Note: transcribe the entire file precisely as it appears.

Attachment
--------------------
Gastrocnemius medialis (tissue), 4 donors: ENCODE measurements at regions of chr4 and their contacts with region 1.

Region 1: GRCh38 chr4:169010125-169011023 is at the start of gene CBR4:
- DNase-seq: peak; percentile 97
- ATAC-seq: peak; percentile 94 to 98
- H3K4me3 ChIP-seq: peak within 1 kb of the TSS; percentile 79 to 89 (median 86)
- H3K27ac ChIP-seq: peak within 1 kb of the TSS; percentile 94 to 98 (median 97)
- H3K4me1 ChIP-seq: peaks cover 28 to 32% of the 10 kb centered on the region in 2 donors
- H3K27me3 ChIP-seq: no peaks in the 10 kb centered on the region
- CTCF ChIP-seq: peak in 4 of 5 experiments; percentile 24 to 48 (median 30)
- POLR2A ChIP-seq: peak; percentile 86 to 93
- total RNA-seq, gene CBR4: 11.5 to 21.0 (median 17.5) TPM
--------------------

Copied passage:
Gastrocnemius medialis (tissue), 4 donors: ENCODE measurements at regions of chr4 and their contacts with region 1.

Region 1: GRCh38 chr4:169010125-169011023 is at the start of gene CBR4:
- DNase-seq: peak; percentile 97
- ATAC-seq: peak; percentile 94 to 98
- H3K4me3 ChIP-seq: peak within 1 kb of the TSS; percentile 79 to 89 (median 86)
- H3K27ac ChIP-seq: peak within 1 kb of the TSS; percentile 94 to 98 (median 97)
- H3K4me1 ChIP-seq: peaks cover 28 to 32% of the 10 kb centered on the region in 2 donors
- H3K27me3 ChIP-seq: no peaks in the 10 kb centered on the region
- CTCF ChIP-seq: peak in 4 of 5 experiments; percentile 24 to 48 (median 30)
- POLR2A ChIP-seq: peak; percentile 86 to 93
- total RNA-seq, gene CBR4: 11.5 to 21.0 (median 17.5) TPM